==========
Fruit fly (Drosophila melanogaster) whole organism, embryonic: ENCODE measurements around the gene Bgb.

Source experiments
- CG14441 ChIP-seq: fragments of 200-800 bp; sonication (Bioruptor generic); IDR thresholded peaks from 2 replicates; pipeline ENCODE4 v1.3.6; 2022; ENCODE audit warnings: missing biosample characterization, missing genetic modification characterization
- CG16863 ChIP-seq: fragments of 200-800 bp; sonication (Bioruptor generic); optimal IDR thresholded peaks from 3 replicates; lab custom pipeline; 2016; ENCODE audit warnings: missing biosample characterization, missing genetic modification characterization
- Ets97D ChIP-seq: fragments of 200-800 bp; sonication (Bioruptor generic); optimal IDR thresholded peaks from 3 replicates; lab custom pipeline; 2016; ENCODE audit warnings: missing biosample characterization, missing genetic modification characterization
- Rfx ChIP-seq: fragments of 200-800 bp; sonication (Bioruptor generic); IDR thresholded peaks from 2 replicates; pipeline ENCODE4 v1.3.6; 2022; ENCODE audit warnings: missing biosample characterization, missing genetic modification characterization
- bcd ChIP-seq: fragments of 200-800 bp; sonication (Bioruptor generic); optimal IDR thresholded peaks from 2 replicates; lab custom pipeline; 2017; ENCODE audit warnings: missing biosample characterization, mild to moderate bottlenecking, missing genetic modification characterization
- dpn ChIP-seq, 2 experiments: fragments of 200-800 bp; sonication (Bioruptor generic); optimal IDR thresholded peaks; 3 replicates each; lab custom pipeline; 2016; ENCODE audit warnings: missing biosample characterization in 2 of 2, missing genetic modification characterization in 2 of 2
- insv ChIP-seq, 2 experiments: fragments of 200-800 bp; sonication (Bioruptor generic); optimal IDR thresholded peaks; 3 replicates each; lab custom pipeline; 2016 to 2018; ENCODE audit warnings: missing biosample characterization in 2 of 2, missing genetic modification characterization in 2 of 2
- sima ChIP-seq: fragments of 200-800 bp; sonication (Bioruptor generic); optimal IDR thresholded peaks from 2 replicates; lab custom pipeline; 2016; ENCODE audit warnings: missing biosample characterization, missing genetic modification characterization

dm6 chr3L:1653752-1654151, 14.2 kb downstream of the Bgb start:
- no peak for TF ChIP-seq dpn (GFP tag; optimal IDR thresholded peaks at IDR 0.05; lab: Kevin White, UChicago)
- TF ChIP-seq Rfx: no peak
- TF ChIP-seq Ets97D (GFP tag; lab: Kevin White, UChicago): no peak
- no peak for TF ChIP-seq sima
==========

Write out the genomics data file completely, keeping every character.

Fruit fly (Drosophila melanogaster) whole organism, embryonic: ENCODE measurements around the gene Bgb.

Source experiments
- CG14441 ChIP-seq: fragments of 200-800 bp; sonication (Bioruptor generic); IDR thresholded peaks from 2 replicates; pipeline ENCODE4 v1.3.6; 2022; ENCODE audit warnings: missing biosample characterization, missing genetic modification characterization
- CG16863 ChIP-seq: fragments of 200-800 bp; sonication (Bioruptor generic); optimal IDR thresholded peaks from 3 replicates; lab custom pipeline; 2016; ENCODE audit warnings: missing biosample characterization, missing genetic modification characterization
- Ets97D ChIP-seq: fragments of 200-800 bp; sonication (Bioruptor generic); optimal IDR thresholded peaks from 3 replicates; lab custom pipeline; 2016; ENCODE audit warnings: missing biosample characterization, missing genetic modification characterization
- Rfx ChIP-seq: fragments of 200-800 bp; sonication (Bioruptor generic); IDR thresholded peaks from 2 replicates; pipeline ENCODE4 v1.3.6; 2022; ENCODE audit warnings: missing biosample characterization, missing genetic modification characterization
- bcd ChIP-seq: fragments of 200-800 bp; sonication (Bioruptor generic); optimal IDR thresholded peaks from 2 replicates; lab custom pipeline; 2017; ENCODE audit warnings: missing biosample characterization, mild to moderate bottlenecking, missing genetic modification characterization
- dpn ChIP-seq, 2 experiments: fragments of 200-800 bp; sonication (Bioruptor generic); optimal IDR thresholded peaks; 3 replicates each; lab custom pipeline; 2016; ENCODE audit warnings: missing biosample characterization in 2 of 2, missing genetic modification characterization in 2 of 2
- insv ChIP-seq, 2 experiments: fragments of 200-800 bp; sonication (Bioruptor generic); optimal IDR thresholded peaks; 3 replicates each; lab custom pipeline; 2016 to 2018; ENCODE audit warnings: missing biosample characterization in 2 of 2, missing genetic modification characterization in 2 of 2
- sima ChIP-seq: fragments of 200-800 bp; sonication (Bioruptor generic); optimal IDR thresholded peaks from 2 replicates; lab custom pipeline; 2016; ENCODE audit warnings: missing biosample characterization, missing genetic modification characterization

dm6 chr3L:1653752-1654151, 14.2 kb downstream of the Bgb start:
- no peak for TF ChIP-seq dpn (GFP tag; optimal IDR thresholded peaks at IDR 0.05; lab: Kevin White, UChicago)
- TF ChIP-seq Rfx: no peak
- TF ChIP-seq Ets97D (GFP tag; lab: Kevin White, UChicago): no peak
- no peak for TF ChIP-seq sima